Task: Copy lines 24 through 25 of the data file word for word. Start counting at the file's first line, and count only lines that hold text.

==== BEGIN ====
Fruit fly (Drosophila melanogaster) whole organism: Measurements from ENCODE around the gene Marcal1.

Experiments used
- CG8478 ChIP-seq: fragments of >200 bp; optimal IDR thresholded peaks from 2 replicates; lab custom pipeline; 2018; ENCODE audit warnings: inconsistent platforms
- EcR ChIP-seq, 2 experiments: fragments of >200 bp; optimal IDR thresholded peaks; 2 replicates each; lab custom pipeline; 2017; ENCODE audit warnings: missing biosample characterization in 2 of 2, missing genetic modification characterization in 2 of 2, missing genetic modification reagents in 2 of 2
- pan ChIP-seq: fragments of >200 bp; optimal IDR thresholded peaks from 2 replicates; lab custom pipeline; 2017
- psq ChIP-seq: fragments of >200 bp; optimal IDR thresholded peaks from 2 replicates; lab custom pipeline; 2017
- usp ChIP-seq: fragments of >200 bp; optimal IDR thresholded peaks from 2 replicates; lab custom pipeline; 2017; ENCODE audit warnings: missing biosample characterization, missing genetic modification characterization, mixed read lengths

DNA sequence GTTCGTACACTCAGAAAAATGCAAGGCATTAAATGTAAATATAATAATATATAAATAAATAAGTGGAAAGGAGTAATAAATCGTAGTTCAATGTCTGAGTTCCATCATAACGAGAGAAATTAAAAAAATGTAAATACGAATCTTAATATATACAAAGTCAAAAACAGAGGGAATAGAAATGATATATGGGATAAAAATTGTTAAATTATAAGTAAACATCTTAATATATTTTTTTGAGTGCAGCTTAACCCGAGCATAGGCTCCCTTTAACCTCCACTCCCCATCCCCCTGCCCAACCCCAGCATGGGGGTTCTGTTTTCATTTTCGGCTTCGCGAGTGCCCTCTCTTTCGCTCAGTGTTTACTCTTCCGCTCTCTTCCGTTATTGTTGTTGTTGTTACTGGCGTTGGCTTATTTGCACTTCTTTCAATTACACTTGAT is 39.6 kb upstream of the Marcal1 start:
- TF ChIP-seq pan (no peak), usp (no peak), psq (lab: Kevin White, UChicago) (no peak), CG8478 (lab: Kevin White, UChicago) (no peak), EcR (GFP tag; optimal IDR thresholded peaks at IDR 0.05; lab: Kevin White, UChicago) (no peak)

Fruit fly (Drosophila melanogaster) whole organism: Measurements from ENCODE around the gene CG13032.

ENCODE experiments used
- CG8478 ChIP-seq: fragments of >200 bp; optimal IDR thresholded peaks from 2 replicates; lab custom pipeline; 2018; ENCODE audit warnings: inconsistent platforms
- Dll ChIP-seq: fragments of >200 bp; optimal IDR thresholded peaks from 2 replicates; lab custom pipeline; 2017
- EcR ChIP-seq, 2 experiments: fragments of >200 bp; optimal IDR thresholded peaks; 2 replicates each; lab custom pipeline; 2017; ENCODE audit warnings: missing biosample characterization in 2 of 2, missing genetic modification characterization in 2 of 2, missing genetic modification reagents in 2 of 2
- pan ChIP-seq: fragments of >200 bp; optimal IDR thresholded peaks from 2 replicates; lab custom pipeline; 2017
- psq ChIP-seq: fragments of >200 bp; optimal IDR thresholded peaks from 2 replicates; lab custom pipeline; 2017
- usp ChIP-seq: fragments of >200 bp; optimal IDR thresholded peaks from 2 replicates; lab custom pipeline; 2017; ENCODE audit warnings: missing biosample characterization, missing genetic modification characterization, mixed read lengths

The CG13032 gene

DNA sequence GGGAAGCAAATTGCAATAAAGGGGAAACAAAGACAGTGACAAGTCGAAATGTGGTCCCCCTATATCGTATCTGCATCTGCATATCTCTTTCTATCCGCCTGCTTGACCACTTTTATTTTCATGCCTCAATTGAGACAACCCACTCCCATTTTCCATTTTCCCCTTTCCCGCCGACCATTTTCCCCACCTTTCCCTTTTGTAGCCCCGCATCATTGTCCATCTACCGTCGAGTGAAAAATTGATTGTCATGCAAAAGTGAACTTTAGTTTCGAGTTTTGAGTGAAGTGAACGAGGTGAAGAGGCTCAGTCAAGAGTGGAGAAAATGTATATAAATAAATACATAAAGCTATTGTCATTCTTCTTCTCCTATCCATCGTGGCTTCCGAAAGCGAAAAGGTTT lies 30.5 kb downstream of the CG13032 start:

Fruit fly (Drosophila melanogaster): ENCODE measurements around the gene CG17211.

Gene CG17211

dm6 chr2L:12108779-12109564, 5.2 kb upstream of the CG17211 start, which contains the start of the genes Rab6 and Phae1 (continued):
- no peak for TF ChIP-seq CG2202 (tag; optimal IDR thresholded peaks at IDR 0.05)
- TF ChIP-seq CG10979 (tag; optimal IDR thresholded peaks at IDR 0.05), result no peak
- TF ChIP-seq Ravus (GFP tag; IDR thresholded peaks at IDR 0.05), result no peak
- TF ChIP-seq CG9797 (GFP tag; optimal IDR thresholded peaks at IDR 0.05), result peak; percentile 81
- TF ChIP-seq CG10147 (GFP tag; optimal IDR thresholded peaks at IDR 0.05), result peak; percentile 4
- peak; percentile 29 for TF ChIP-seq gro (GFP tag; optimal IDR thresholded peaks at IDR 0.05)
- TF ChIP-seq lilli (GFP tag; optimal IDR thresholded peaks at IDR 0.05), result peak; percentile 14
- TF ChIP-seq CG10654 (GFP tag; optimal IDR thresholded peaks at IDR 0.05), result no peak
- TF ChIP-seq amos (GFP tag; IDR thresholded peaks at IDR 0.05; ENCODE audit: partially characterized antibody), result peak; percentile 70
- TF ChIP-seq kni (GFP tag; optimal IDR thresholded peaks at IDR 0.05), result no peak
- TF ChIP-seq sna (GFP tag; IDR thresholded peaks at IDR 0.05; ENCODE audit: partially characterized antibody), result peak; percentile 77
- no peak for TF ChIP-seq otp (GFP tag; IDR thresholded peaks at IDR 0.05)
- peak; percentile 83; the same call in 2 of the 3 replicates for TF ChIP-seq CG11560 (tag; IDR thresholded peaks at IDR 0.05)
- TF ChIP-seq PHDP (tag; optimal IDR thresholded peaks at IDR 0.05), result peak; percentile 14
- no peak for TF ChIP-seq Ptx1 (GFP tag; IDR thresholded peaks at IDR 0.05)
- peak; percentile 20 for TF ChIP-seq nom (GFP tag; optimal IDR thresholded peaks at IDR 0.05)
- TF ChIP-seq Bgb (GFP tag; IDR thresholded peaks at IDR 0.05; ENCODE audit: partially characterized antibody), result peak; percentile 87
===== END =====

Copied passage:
- TF ChIP-seq CG10979 (tag; optimal IDR thresholded peaks at IDR 0.05), result no peak
- TF ChIP-seq Ravus (GFP tag; IDR thresholded peaks at IDR 0.05), result no peak